Posted on: April 15, 2012 Posted by: Diane Swarts Comments: 2

Eskom subsidises T5 tubular fluorescent lamp retrofit kits in SA by energy efficiency rebates, provided safe light kits installed by qualified electricians.

Many T5 type fluorescent tube light systems, replacing old ballast transformers by news integrated ballast transformers, were found to be safe by a specialist work group including Eskom, the South African Bureau of Standards (SABS), equipment manufacturers, and the Illumination Engineering Society of South Africa (IESSA) in April 2012.

Eskom considers rebates on kits that comply with safety requirements, have detailed product information clearly and permanently printed on the outside, and are properly labelled and installed by a qualified electrician.

Relevant information relating to modification and installation should be kept in a technical file by users following modification of light fittings, and the file should be used to order spares and train staff, reports ESI Africa.

At least three T5 adapters were tested. The work group found that many of the units did not have any exposed live parts during or after installation, provided the supplier’s instructions on the packaging were followed.

Three systems were submitted to SABS to ensure that the lighting safety standard SANS (IEC) 60598-2-1 was adhered to.

“These fluorescent lamps have significant potential to reduce energy usage in commercial and industrial buildings. Eskom will, therefore, once again consider rebates on compliant projects using T5 tubular fluorescent lamp retrofit kits,” says Andrew Etzinger, senior general manager, Integrated Demand Management (IDM) department at Eskom.

Recommendations include kits tested and approved by SABS, and attaching labels featuring detailed information, including supplier, circuit diagram and unique catalogue numbers of components, on the outside of luminaires.

In the absence of a current SANS applied to these types of lamps, systems will be tested to SANS 60598-1 as a semi-luminaire. A recommendation has been submitted to SABS that SANS 60598-1 be amended to include semi-luminaires with G13 lamp caps.

Lighting installers must be trained

Suppliers are obliged to train installers on correct and safe installation, which must be carried out by a competent electrician with the existing luminaire disconnected and switched off. Also, adaptors are not to be used in emergency luminaires.

Installers and project developers have to ensure that illumination levels of a site after installation comply with the Occupational Health and Safety (OHS) Act. Depreciation factors must be included in the calculations and initial illumination levels must be above the OHS minimum value.

Etzinger reminds installers and building owners that by modifying a luminaire installing ballasts, adaptors, and lamp holders, and repositioning lamps, they legally assume the role of a luminaire manufacturer with regard to safety, EMC, photometric, and environmental impacts.

In addition, they assume other legal responsibilities from the original equipment manufacturer and have an obligation to ensure compliance with relevant statutory safety, performance and energy requirements.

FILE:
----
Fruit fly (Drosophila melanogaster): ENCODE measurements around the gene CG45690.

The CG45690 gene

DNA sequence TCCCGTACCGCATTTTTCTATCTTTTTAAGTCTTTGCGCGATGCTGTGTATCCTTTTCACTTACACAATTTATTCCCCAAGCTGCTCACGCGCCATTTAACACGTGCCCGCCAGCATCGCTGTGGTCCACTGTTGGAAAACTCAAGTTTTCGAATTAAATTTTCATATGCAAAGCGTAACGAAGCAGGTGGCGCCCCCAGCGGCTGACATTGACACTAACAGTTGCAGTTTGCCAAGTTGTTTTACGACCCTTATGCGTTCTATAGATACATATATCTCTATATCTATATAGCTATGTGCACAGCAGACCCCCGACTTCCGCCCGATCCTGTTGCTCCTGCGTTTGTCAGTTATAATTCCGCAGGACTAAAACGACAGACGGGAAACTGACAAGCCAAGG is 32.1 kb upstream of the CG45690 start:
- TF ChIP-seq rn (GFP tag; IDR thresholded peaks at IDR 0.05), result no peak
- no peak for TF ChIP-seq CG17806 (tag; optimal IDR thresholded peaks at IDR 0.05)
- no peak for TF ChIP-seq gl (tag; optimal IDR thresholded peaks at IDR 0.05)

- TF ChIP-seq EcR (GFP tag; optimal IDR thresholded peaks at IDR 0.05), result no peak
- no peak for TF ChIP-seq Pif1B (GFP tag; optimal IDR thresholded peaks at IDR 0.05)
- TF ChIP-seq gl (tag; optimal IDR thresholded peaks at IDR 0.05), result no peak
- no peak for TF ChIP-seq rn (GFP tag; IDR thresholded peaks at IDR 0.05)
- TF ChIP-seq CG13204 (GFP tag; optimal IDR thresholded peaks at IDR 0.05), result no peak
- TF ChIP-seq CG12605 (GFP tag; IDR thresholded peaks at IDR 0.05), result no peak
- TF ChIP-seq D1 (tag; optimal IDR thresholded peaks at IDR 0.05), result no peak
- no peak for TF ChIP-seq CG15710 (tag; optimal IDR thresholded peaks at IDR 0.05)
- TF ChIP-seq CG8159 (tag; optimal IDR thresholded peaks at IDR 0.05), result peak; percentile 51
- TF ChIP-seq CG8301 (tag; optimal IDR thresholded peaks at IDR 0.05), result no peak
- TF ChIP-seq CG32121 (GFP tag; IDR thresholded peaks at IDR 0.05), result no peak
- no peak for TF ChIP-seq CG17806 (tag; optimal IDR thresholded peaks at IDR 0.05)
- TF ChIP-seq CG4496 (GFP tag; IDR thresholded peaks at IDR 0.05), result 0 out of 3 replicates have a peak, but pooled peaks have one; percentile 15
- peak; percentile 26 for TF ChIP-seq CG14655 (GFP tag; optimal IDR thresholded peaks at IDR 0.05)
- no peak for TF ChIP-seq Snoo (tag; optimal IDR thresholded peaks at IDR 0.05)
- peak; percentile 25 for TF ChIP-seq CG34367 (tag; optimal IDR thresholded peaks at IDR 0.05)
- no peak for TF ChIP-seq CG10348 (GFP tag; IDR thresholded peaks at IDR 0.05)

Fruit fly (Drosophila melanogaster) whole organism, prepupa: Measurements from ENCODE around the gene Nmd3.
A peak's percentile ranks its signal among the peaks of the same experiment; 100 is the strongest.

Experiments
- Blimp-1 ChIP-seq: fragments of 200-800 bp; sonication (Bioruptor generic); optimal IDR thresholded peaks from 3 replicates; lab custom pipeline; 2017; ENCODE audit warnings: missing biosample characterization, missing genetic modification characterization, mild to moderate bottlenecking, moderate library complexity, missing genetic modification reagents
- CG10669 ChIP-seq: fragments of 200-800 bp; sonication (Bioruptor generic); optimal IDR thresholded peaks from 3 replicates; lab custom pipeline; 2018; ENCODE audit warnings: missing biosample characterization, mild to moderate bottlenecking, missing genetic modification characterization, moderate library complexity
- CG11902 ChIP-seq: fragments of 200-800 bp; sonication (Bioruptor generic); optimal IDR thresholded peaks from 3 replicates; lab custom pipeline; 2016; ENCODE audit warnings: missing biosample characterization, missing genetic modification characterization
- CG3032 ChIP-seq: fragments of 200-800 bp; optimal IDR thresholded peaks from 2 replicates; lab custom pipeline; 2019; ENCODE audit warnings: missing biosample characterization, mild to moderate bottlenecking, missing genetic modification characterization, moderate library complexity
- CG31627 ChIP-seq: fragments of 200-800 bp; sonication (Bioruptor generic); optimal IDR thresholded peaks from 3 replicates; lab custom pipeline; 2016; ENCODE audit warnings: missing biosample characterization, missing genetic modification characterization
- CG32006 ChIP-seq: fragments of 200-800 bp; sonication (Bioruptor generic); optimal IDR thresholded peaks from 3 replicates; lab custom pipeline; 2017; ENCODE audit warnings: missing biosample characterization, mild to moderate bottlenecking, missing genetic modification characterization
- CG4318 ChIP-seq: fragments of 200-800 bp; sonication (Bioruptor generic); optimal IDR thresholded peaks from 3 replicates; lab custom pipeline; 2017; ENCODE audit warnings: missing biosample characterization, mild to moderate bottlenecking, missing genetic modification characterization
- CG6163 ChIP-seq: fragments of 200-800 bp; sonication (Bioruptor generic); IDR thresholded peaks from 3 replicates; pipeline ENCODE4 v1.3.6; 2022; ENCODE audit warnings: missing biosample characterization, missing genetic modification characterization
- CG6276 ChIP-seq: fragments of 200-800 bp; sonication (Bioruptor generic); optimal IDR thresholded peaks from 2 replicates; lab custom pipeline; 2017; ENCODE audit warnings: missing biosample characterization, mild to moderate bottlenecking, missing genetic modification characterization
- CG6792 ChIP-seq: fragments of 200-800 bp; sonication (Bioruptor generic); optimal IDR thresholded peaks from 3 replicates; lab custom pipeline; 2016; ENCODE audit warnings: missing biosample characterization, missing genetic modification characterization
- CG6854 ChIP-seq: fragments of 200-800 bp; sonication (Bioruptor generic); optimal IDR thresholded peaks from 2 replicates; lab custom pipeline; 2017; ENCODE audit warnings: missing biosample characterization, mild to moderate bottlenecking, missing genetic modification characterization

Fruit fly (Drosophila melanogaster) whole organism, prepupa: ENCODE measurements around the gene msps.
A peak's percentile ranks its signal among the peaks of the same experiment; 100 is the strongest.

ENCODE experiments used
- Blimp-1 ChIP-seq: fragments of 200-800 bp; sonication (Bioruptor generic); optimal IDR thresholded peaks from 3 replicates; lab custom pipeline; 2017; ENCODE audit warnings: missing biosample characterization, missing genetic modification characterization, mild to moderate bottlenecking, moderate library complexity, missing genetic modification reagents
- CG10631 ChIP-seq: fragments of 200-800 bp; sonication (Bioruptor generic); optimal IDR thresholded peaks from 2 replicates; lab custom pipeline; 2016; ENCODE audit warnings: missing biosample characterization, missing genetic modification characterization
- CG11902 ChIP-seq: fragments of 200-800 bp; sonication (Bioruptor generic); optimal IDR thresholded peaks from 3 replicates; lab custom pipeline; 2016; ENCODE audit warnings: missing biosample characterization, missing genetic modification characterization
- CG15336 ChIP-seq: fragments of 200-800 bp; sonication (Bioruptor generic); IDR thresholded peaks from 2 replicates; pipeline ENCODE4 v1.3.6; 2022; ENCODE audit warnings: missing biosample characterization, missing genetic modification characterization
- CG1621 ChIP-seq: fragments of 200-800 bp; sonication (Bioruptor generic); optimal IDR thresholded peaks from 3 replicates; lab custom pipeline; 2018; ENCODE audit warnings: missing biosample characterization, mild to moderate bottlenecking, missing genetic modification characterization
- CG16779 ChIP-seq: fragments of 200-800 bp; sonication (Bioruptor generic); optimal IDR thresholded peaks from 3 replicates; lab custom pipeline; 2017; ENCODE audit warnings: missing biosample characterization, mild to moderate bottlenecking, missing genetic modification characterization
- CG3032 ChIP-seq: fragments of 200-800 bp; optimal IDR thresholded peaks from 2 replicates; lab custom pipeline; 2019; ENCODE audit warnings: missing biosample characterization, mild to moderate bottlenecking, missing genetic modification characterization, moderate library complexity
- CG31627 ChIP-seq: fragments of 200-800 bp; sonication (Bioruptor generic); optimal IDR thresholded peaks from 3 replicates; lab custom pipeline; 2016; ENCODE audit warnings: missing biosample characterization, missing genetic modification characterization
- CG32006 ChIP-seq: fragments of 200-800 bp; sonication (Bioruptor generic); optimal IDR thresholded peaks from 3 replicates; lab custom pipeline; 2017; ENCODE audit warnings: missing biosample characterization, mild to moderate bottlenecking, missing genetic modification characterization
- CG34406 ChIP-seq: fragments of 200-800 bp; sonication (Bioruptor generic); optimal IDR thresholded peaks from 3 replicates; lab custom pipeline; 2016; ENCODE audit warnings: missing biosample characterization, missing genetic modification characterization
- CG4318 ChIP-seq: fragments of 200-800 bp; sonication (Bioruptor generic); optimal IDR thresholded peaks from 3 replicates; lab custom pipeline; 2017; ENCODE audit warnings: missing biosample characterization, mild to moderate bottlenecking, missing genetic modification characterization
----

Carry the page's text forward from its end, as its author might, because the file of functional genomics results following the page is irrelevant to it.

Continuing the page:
“When assessing suitability of a product or installation, users must make a judgement and take appropriate advice. Eskom urges that post-modification of installed luminaries be carried out by a qualified, competent electrical engineer.

Eskom can change or withdraw its decision to continue offering rebates on T5 adapter systems at any time, and review it after amendment to SANS 60598-1 or publication of a standard more directly covering these products, Etzinger said.

Eskom will be contacting all customers who have previously installed these systems through the rebate programme, to check on its safety.

Some lights not safe

Several other lighting components and extension adaptors were tested to be unsafe due to overheating and other factors in recent months, yet some of the same unsafe lighting models were retestsed, or became SABS Approved mark clilents, and were then passed, or allowed into the market. (See recent reports on SHEQafrica.com on SABS, NCRS, and electrical appliances)

Users should note that some lighting appliances and extension plugs bearing the SABS mark, may not be safe.

PHOTO; A T5 fluorescent tube retrofit kit, with integrated ballast replacing external ballast transformer. Eskom and SABS said in April 2012 that “most of these ktis are safe”.

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2 People reacted on this

  1. I am intrested in investigating saving options on using my florouscent lights in the factory. Do you have more detailed information on T5 LED florouscent lighting or any alternative industrial lights. The specification should include luminar and Watts to determine savings against 58 Watts ballast florouscent tubes.

  2. Much like Thamie, I have a number of clients who are very interested in converting, but the problem seems to be finding a SABS replacement approved for the Eskom rebate.

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